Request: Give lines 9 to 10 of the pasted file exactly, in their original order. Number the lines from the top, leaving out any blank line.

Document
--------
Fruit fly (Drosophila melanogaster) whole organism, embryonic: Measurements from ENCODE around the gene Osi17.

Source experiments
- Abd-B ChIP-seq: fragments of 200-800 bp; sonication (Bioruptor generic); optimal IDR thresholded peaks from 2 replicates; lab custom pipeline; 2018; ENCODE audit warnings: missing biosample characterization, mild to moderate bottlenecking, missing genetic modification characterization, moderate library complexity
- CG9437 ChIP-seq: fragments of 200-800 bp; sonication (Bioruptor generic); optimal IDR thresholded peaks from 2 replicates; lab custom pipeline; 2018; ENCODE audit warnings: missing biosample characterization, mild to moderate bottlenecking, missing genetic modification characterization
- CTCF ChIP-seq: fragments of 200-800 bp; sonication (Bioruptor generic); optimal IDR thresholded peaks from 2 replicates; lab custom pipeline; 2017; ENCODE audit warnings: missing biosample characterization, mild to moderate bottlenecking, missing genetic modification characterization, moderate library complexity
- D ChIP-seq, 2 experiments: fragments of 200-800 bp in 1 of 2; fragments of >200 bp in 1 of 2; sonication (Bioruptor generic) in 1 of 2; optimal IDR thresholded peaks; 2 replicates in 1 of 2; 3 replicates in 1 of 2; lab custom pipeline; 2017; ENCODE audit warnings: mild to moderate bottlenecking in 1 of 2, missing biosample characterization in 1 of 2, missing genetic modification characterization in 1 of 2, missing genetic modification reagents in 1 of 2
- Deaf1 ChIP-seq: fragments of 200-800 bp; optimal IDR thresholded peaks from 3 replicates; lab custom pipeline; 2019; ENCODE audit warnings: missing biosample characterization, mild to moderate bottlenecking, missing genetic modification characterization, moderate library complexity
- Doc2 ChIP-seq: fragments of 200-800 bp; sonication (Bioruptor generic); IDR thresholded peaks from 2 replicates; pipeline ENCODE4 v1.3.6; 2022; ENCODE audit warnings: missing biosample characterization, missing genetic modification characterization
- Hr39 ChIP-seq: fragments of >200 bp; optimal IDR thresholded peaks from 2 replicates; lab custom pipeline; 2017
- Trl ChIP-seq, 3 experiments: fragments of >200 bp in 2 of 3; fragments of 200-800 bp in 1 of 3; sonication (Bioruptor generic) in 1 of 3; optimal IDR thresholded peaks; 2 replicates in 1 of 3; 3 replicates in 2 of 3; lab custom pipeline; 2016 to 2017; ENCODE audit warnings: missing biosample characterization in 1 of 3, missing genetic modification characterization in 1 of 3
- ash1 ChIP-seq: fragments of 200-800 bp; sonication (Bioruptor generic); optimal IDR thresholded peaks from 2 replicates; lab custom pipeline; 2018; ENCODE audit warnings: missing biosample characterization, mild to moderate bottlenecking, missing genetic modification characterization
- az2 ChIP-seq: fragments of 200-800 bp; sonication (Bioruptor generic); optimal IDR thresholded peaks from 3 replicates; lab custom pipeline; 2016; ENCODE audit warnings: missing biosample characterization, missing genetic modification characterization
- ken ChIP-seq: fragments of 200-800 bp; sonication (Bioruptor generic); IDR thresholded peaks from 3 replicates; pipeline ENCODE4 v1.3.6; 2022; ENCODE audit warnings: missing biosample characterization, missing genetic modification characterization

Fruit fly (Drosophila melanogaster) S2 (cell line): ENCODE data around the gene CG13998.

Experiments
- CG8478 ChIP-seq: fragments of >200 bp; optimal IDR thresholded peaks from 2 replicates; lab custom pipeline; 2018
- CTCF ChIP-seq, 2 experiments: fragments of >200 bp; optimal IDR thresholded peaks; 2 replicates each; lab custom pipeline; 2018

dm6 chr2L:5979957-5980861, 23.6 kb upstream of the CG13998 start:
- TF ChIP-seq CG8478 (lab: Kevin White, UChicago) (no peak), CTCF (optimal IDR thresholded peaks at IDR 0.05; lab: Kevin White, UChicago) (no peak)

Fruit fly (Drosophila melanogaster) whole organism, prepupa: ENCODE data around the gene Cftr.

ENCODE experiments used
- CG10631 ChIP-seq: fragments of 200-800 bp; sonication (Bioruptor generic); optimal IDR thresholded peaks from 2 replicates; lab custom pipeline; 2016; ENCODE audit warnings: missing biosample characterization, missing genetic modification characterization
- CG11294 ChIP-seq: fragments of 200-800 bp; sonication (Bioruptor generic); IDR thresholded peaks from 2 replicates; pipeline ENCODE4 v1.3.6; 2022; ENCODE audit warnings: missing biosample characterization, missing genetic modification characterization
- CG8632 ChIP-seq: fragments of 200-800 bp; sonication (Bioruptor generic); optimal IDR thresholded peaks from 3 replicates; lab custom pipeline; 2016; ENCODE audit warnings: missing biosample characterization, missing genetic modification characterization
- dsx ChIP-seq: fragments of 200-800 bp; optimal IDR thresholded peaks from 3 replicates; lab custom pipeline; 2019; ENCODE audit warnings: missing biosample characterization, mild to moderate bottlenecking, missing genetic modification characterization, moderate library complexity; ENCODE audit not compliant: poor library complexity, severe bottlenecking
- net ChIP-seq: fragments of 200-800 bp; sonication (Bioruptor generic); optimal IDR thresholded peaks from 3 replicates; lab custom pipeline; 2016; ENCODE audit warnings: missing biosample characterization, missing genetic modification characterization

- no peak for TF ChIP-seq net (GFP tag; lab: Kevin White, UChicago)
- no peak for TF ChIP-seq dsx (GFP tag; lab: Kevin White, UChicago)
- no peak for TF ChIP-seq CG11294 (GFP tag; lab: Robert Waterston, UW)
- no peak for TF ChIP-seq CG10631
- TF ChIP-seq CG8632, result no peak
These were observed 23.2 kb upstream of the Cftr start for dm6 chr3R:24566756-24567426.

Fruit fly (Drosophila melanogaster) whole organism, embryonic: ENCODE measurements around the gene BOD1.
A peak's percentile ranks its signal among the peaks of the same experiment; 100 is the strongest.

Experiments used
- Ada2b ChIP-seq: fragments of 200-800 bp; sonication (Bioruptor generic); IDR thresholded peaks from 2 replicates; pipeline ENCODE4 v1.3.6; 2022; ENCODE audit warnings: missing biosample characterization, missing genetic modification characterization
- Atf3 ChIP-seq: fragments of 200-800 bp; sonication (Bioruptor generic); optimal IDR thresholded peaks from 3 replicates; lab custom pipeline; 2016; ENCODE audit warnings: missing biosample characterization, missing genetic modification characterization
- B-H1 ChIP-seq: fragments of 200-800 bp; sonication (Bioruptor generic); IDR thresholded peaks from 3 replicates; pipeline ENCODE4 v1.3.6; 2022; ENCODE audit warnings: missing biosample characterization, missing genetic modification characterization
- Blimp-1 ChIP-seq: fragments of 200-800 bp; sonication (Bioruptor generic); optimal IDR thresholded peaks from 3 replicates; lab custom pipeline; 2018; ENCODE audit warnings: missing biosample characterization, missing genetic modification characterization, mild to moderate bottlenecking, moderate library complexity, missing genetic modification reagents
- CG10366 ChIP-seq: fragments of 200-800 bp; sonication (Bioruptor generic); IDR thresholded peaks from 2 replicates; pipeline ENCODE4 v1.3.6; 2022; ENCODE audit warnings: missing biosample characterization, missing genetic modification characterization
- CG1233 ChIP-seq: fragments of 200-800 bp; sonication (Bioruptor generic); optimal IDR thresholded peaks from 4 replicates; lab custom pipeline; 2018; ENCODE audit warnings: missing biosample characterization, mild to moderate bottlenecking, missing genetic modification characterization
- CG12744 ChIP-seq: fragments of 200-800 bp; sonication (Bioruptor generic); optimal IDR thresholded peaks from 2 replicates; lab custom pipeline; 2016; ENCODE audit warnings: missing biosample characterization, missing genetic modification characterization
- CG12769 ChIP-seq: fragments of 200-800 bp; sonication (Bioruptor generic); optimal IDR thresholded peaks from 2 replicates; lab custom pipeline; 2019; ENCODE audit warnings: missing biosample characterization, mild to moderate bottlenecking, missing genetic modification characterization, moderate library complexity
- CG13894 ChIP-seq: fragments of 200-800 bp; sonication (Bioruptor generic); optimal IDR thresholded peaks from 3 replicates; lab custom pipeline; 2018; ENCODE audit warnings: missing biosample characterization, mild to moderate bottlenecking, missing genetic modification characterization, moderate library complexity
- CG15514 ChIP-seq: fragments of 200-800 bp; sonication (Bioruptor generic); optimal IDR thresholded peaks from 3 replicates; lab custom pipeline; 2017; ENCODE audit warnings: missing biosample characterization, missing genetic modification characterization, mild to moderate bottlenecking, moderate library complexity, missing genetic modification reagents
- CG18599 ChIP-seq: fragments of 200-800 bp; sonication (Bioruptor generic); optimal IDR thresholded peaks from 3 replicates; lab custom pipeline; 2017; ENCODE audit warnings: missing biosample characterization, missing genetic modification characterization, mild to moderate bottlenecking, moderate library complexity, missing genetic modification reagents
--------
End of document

- Hr39 ChIP-seq: fragments of >200 bp; optimal IDR thresholded peaks from 2 replicates; lab custom pipeline; 2017
- Trl ChIP-seq, 3 experiments: fragments of >200 bp in 2 of 3; fragments of 200-800 bp in 1 of 3; sonication (Bioruptor generic) in 1 of 3; optimal IDR thresholded peaks; 2 replicates in 1 of 3; 3 replicates in 2 of 3; lab custom pipeline; 2016 to 2017; ENCODE audit warnings: missing biosample characterization in 1 of 3, missing genetic modification characterization in 1 of 3